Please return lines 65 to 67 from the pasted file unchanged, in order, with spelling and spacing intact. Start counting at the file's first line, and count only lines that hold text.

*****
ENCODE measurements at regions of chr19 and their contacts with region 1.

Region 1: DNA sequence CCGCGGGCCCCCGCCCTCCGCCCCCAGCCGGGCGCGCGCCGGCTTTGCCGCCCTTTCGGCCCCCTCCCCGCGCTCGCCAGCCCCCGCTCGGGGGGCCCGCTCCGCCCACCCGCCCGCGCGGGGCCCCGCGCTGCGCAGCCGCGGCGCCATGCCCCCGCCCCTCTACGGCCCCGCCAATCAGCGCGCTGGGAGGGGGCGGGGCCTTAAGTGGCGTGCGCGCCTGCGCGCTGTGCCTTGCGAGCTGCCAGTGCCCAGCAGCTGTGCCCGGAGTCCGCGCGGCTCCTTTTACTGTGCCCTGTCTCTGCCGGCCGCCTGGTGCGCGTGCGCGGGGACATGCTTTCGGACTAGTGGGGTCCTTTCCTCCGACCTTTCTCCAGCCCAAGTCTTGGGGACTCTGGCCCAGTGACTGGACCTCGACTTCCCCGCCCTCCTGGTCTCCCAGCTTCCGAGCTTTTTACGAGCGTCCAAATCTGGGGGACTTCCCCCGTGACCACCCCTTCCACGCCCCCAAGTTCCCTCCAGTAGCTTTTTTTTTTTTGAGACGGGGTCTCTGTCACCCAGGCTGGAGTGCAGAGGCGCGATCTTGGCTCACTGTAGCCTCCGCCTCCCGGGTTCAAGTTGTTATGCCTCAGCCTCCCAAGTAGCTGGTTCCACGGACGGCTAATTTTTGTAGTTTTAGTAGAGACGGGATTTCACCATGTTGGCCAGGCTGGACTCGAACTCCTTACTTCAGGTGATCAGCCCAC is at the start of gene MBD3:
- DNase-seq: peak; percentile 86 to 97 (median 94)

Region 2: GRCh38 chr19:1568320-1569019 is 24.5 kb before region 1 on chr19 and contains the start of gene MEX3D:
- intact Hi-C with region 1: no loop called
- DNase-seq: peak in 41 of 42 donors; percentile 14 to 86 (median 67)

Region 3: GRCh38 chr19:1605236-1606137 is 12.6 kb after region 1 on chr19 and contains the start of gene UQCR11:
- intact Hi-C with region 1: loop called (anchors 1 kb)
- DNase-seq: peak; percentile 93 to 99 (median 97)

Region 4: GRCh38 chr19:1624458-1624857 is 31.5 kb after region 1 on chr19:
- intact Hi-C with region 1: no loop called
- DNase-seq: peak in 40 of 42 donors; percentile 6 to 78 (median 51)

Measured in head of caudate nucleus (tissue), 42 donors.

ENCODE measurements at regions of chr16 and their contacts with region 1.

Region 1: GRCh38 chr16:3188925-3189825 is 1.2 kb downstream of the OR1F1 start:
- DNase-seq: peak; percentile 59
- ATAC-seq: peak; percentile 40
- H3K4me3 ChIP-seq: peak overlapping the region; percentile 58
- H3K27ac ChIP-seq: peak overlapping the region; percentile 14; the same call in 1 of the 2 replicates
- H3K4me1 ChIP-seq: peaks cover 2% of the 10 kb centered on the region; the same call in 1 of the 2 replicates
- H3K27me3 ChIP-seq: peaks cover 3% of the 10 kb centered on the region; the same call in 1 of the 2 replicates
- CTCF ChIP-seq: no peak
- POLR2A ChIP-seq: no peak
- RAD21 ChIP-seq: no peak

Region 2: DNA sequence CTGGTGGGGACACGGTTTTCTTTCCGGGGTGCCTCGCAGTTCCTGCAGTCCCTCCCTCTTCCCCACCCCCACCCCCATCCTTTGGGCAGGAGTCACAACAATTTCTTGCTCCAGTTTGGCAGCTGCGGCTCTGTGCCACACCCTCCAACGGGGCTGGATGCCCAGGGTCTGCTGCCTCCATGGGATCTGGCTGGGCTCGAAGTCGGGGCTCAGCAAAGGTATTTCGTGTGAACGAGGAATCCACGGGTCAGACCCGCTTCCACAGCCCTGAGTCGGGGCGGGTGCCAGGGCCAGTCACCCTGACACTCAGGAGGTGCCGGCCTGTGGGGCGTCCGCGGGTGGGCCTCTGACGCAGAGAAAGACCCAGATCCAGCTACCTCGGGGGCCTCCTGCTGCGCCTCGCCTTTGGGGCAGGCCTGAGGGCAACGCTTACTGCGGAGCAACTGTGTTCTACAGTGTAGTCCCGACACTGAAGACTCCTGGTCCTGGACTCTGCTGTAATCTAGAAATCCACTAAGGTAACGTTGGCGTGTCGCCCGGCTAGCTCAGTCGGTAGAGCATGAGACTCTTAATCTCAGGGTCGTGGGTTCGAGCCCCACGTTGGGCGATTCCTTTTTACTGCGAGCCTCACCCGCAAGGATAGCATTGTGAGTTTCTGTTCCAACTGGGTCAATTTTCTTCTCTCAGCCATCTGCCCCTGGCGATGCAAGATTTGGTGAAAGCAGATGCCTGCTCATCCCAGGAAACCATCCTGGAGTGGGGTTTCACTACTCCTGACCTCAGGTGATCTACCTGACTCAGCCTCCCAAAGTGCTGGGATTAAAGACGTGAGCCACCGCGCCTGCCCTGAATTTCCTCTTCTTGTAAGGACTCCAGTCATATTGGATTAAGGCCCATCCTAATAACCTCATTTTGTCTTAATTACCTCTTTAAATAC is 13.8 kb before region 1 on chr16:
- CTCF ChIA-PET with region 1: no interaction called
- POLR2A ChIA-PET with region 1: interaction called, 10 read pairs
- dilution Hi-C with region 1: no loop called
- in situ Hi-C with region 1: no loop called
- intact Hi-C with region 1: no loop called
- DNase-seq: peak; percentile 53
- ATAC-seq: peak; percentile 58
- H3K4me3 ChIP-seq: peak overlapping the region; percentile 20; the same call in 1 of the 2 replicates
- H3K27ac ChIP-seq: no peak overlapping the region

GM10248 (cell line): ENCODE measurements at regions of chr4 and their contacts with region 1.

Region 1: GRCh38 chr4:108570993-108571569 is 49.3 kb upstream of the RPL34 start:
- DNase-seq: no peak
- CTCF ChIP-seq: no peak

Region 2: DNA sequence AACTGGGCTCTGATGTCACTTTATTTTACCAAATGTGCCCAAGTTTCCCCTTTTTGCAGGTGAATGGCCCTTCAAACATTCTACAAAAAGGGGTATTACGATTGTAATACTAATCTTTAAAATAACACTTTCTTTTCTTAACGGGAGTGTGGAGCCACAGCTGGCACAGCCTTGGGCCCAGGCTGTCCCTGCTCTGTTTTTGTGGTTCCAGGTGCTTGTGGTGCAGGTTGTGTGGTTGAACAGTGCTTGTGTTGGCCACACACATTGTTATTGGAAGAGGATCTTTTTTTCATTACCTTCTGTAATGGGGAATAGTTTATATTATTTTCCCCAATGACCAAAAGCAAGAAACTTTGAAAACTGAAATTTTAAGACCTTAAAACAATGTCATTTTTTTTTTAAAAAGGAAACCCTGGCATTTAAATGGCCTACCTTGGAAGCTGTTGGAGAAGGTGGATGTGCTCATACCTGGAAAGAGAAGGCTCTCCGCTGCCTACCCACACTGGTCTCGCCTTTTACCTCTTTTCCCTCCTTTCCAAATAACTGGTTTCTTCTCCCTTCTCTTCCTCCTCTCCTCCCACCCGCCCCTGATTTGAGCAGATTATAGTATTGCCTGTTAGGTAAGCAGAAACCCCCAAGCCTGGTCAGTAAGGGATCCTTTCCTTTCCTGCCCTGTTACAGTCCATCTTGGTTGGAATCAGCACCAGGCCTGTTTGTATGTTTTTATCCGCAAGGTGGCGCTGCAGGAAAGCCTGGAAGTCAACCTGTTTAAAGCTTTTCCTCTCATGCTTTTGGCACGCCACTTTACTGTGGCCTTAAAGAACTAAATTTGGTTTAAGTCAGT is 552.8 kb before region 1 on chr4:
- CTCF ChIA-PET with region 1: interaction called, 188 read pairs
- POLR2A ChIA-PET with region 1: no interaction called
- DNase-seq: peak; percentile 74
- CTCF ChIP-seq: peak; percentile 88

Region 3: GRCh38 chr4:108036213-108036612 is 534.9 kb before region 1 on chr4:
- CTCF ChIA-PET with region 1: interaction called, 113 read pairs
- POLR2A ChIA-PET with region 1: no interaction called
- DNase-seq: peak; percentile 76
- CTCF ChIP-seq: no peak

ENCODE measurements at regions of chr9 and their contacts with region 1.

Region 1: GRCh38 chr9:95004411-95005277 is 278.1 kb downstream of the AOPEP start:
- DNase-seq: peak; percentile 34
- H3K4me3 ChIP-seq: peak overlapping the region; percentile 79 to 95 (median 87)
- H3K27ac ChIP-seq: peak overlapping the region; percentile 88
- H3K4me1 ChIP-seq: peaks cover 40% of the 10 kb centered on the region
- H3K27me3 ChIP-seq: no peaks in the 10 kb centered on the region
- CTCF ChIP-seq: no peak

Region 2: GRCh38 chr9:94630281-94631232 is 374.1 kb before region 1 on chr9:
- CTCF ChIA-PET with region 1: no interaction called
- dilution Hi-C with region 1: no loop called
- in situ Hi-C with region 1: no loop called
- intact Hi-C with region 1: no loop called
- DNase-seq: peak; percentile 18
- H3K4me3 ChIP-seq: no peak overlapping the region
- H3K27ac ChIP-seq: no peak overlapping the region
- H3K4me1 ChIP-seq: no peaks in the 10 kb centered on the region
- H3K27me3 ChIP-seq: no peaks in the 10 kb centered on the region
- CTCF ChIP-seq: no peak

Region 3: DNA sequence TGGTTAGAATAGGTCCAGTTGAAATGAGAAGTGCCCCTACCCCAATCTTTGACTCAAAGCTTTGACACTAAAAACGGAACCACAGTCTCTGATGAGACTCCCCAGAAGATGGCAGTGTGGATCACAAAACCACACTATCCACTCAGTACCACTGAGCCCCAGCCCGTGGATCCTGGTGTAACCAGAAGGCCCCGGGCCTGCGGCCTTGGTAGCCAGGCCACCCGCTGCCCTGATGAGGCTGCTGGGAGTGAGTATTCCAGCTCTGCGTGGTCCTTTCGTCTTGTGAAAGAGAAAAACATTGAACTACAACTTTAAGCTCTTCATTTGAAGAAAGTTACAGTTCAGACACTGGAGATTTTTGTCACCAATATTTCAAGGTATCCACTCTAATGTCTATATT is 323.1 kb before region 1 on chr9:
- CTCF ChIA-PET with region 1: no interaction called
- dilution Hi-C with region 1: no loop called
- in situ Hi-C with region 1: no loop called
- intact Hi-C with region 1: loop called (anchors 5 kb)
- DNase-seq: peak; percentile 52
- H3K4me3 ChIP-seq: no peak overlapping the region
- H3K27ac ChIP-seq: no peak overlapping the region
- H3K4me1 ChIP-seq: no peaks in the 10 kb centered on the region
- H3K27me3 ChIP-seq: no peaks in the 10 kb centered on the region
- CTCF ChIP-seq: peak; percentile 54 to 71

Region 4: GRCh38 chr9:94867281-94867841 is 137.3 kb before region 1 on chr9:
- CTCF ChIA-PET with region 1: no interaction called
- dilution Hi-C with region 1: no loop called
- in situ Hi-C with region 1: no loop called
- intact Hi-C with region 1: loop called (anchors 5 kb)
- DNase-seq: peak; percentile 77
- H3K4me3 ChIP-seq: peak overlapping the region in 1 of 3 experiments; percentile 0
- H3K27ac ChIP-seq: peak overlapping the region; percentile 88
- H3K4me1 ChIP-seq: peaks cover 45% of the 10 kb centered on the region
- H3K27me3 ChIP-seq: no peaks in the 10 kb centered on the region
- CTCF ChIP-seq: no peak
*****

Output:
- H3K4me1 ChIP-seq: no peaks in the 10 kb centered on the region
- H3K27me3 ChIP-seq: no peaks in the 10 kb centered on the region
- CTCF ChIP-seq: no peak